I’ve long been fascinated by the parallels between sport and business, especially how activities off the field can dramatically impact the results on it. Over the last few years, I’ve been watching the change at Liverpool Football Club with interest. It’s not so much the success that intrigues me but more the change in culture that began with the arrival of manager Jurgen Klopp.
Over the weekend, I listened to a great analysis of Klopp’s leadership on the podcast Eat, Sleep, Work, Repeat. After listening to the show I think there are two critical elements that have supported change at Liverpool and I want to share these with you today.
When he joined Liverpool, Klopp made the point of learning the names of all eighty employees at Melwood the clubs training ground. He lined them all up in the dining hall and introduced them to the players. Klopp explained to the whole group that they all had a responsibility to help each other achieve their best.
Creating a sense of inclusivity and family is critical to the Klopp approach. He works hard to make the players and staff feel valued, which creates inclusive energy that can sustainably engage people.
A study found that 74% of engaged employees believed senior leaders had a sincere interest in their well-being. While in a similar sample of disengaged employees, only 18% felt their managers genuinely cared about their well-being. The study suggests that leaders can increase employee engagement by expressing emotion and creating bonds that unlock better performance in colleagues.
This raises the question of whether engagement is Klopp’s secret weapon to delivering better results on the pitch?
In an analysis of 50 global companies, consulting firm Towers Watson found that companies with low engagement scores had an average profit margin of just under 10 percent. But those firms with high engagement had a slightly higher margin of 14 percent. The superstar firms with the highest engagement scores had an average profit margin of 27 percent.
I think the same is happening at Liverpool. By Klopp expressing interest in employees, he is dragging up their engagement and connection to the cause, giving everyone a sense of shared purpose.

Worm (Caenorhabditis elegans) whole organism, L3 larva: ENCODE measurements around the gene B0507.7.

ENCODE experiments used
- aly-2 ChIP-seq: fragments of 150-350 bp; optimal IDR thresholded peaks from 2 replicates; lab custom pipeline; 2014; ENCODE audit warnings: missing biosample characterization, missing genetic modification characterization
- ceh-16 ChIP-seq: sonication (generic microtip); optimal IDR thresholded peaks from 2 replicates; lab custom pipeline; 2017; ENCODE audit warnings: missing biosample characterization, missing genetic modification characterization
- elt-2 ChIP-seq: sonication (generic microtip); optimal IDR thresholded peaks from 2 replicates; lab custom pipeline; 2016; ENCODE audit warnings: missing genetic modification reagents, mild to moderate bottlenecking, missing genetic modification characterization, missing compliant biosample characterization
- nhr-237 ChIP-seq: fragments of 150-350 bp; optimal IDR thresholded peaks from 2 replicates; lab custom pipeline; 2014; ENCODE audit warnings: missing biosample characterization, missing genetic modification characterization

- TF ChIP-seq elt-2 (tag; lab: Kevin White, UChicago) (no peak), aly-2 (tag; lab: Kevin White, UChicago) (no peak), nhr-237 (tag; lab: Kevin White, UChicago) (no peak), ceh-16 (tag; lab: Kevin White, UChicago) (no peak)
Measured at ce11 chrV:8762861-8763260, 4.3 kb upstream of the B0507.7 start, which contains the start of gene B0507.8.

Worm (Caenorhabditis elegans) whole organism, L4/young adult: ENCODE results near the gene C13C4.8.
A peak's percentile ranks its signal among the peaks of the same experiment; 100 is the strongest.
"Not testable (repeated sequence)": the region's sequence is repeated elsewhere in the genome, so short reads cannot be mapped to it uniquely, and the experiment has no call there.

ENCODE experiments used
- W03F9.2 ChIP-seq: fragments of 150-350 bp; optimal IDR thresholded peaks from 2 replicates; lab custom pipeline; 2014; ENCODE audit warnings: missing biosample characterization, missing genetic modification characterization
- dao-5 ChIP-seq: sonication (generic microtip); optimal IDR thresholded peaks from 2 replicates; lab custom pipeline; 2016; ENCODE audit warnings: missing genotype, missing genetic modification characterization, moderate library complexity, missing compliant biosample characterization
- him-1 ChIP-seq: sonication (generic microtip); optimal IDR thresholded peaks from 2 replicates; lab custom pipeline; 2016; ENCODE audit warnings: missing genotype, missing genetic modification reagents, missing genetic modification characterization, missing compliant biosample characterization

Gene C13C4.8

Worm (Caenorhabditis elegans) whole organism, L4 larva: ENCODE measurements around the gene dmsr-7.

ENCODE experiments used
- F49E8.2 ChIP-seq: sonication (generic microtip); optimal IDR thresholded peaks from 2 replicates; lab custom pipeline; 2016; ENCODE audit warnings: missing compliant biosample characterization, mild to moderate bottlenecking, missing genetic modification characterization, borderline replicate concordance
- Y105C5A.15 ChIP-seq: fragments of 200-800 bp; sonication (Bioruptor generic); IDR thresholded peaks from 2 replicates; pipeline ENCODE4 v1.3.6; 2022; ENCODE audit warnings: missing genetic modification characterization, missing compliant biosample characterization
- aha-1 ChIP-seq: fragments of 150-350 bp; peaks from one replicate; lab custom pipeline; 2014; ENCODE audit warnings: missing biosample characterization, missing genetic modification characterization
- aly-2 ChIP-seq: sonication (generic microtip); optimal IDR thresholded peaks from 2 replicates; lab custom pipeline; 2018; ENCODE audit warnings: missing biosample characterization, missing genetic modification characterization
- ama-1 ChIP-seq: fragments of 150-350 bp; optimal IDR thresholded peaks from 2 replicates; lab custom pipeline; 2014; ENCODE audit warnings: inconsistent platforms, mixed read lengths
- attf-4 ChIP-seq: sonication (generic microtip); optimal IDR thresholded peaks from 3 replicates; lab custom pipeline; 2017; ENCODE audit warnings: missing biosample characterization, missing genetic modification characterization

We’ve seen how creating connection, engagement and shared purpose can lead to greater success, but this benefit could be quickly eroded without creating psychological safety.
Psychological safety is a shared belief that the team is safe for interpersonal risk-taking. It’s characterised by mutual honesty, honesty of the team with the boss and the boss with the team.
Klopp creates safety by encouraging his team to take chances. He would tell his players he would rather see them shoot and miss, than not try at all. He famously will not criticise technical errors and instead consoles and then encourages players when these are made. Ultimately psychological safety is about letting players know they won’t be blamed for giving everything they’ve got.
Klopp also reinforces psychological safety by how he deals with mistakes. In 2018 Liverpool were beaten 3-1 in the Champions League final after two shocking mistakes made by Liverpool goalkeeper Loris Karius. However, in an interview after the game, Klopp never blamed the goalkeeper. In contrast he complimented him, saying he was a fantastic individual who would recognise the errors.
Although Karius left Liverpool shortly afterward, the way Klopp treated him as a person is to be admired. It demonstrated to others they would always be respected and treated fairly at Liverpool.
If we want our teams to be creative, we can’t punish them for mistakes. Klopp goes out of his way to show that no one will pay the price for making mistakes.
It will be interesting to see if Liverpool can repeat their successes in the coming seasons. Building a self-sustaining organisational culture is a challenge that has eclipsed all but the best leaders. It will be interesting to see if Klopp can prevent the burnout seen at other clubs who have gone through a shift in culture.
Whatever happens in the future, I think Klopp’s success is best measured not by football results but how he is seen as a human. I will leave you with this quote from defender Virgil van Dijk which I think encapsulates Klopp’s success best.
“He is a fantastic manager first and foremost, but he is also a fantastic human being as well. How he handles us as players at the games and outside the games is outstanding. It’s a pleasure to work with him and with all the staff that work at Melwood. It’s an amazing environment to be in. I’m very proud and very glad that he wanted me to play at this beautiful club.”